My coworkers made fun of me pretty hard for it, & I was mortified. Apparently the correct phrasing is, for example, "This document needs editing" or "The document needs to be edited" but I, a communications professional with a journalism degree, had no idea I was I'd been saying it wrong my whole life: The lawn needs mowed, the house needs painted, the dishes need washed... I can't find much, officially, about why we do this, but Internet forums confirm that it's a thing (see these threads on Reddit & Yelp). I even saw it on job descriptions back when I was applying for communications jobs back in 2010!

3. "Calling hours"

I first learned that this wasn't an everywhere-term during a text conversation with a friend who's born & bred in New York City. "Is it appropriate to wear a sleeveless blouse to calling hours?" I asked in the middle of summer, & she responded, "I could answer this better if I knew what calling hours were."

Calling hours happen in the day or two before a funeral, a time when people can "call" upon the family of the person who's died. They take place at the funeral home, like an open house for condolences. I guess that in other places, this is known as a "viewing," but that seems really... body-centric, & most of the calling hours I've been to do not have the body of the deceased on display - just, like, photos & flowers. Others seem to call it a "wake," but that seems like a really religious term, no?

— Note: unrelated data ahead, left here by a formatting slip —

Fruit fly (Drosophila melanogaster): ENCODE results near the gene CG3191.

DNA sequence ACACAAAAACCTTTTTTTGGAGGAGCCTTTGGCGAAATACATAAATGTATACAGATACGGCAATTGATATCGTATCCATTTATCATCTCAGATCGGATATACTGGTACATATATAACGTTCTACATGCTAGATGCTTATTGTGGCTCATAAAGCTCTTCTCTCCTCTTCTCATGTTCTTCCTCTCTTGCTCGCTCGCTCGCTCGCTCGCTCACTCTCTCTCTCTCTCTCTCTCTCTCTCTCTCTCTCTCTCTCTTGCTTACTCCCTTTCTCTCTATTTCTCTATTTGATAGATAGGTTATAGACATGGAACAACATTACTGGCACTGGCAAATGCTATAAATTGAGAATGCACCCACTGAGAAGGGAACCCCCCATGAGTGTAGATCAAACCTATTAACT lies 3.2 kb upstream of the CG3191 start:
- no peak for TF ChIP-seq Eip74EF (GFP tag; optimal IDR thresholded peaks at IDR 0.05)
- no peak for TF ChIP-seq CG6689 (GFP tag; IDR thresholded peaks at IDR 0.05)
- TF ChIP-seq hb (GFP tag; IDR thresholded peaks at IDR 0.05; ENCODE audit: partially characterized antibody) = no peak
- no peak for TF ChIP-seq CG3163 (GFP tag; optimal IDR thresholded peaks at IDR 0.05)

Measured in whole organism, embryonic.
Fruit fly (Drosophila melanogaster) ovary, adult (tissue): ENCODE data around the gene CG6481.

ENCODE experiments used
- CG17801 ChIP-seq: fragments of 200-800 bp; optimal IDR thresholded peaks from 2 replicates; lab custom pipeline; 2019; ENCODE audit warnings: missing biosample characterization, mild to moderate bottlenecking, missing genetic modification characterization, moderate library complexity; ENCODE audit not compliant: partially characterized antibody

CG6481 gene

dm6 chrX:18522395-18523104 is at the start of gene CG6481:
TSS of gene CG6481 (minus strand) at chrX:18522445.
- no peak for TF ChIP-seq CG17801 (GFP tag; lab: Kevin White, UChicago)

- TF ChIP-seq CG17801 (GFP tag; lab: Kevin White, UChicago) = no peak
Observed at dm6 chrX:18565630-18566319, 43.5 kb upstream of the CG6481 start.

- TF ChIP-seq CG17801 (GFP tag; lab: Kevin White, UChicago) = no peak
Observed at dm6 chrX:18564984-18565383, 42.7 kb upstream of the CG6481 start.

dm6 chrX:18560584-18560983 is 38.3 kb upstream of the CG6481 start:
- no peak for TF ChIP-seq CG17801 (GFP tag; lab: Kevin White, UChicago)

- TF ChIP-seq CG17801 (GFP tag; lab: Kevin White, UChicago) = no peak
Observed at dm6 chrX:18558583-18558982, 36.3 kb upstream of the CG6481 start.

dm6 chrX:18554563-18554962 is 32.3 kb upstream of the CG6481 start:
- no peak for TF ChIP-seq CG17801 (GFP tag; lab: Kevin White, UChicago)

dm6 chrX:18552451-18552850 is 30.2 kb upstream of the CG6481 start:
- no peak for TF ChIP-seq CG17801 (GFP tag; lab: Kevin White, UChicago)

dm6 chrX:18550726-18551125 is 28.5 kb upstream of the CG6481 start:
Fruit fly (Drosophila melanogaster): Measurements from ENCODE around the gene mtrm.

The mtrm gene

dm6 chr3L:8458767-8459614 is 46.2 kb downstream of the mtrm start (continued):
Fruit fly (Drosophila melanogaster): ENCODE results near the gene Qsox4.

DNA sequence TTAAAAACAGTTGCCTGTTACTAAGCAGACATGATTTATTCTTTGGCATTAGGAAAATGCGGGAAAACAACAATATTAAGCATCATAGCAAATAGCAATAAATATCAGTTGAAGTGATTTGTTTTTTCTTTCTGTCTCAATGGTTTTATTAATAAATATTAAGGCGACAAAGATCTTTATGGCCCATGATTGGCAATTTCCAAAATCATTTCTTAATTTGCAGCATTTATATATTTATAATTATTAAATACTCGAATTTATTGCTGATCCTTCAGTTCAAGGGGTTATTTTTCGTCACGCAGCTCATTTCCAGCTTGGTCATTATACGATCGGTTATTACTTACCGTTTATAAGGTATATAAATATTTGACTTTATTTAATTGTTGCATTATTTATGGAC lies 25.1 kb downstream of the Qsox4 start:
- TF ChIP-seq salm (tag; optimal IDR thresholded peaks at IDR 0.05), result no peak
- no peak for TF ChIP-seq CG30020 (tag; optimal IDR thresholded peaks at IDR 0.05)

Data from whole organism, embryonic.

I don't know. It's always been calling hours to me. And unfortunately, I've been to a lot of them. And no, I didn't wear the sleeveless blouse. And yes, I was the sweatiest.

4. "Devil strip"

You probably don't have a name for this. You probably call it "That piece of grass between the sidewalk & the curb," though apparently some places refer to it as a "planting strip," "parking strip," "nature strip." Most of Ohio actually calls it a "tree lawn," but in the Akron area, in particular, we call it the "Devil strip." Where does the term come from? There's lots of debate, but seemingly no agreement. There's even a local arts & culture paper called The Devil Strip, a term so hyperlocal that it didn't even make it into the New York Times dialect quiz.

In writing this post, I came across this 2003 Dialect Survey from Harvard, the results of which are available by state. It was pretty fascinating to read through it & find that my answers match almost entirely with the Ohio results - & that some of the options chosen by others are terms I've never even heard of. For example, when it's snowy out & you spin your car in a parking lot for fun? We call that "doing donuts," but apparently somewhere else, it's referred to as "whipping shitties" - one of the funniest terms I've ever heard.

And now that I'm writing it down, doing donuts seems like a pretty Midwestern activity, anyway...

So tell me: What do you call these things? Are there any phrases that you say that other don't, or phrases that other people say that amuse you? I love this stuff!